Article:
Turning it into a component

Our modal is now opening and closing the way we want, so let's move on to the next step by replacing the "Trying out the modal"-text with the content that we need! For that, we'll create a new custom component and add some template markup (you probably know the drill by now).

This is the design we want in our modal!


Notice that we're binding a variable called chirpText to the textarea-element in the same way that we did for our login-form.

The p.remaining-chars-element displays the number of characters that you have left for your chirp, although right now it only shows a static number (140).

Almost there! But it needs some styling!

Let's add some CSS to this. Just like we've done with our previous components, we'll create a styles.scss-file inside the component's folder, which will be picked up automatically:


Your modal should now look like this. Awesome!

Adding functionality

The first thing we want to do in terms of functionality is to automatically focus on the textarea when the modal appears, so that the user can start typing directly. This can be done by listening to the didInsertElement event, which will trigger whenever the component is rendered on the page:


Okay, a few things to clarify here. First of all, what is Ember.run.scheduleOnce('afterRender')? This is a method that makes sure that all the elements we have in our markup have been loaded into the view before we start manipulating them (because in order to focus on the textarea, we need to know if it's actually there first)!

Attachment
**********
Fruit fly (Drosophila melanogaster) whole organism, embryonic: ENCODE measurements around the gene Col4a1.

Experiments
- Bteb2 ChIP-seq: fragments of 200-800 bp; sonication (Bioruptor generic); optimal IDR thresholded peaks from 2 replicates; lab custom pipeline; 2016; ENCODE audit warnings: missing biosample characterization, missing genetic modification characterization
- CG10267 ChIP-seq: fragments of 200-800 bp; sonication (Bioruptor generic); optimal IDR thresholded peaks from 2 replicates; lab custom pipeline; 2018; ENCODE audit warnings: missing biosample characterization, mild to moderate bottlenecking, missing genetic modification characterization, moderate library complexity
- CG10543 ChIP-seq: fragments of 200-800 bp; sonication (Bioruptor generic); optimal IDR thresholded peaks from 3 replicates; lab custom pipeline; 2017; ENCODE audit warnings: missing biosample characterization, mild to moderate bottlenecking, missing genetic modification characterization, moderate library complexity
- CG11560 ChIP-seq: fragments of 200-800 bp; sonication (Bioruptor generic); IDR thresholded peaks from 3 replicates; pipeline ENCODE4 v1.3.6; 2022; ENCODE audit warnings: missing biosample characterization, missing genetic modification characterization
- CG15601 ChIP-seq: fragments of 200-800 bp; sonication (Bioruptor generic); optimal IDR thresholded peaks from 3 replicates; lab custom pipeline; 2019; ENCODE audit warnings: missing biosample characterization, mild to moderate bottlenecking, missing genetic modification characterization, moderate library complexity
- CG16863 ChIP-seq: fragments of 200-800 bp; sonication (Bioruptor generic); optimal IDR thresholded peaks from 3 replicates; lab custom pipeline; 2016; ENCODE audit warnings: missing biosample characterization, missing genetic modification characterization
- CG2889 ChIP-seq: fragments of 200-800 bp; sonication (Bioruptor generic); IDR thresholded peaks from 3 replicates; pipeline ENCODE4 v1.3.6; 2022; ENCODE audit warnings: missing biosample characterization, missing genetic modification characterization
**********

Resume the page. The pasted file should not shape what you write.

"But wait", you might say, "wasn't that what didInsertElement was supposed to check? Actually, the didInsertElement event only checks if the component's root element has been rendered, there's no guarantee that all of its children (including the textarea) have finished rendering as well. Therefore, if you try to focus() on the textarea without wrapping it in an afterRender, it might not work.

Secondly, you might not be familiar with the () =>-thing.

This is actually syntax from the new version of JavaScript: EcmaScript 2015 (previously called EcmaScript 6). Even though it's not available in browsers yet, Ember uses a library called Babel, which compiles ES6 syntax to code that works with current versions of JavaScript. This is awesome since it allows us to to use all the new language features without having to worry about backwards-compatibility.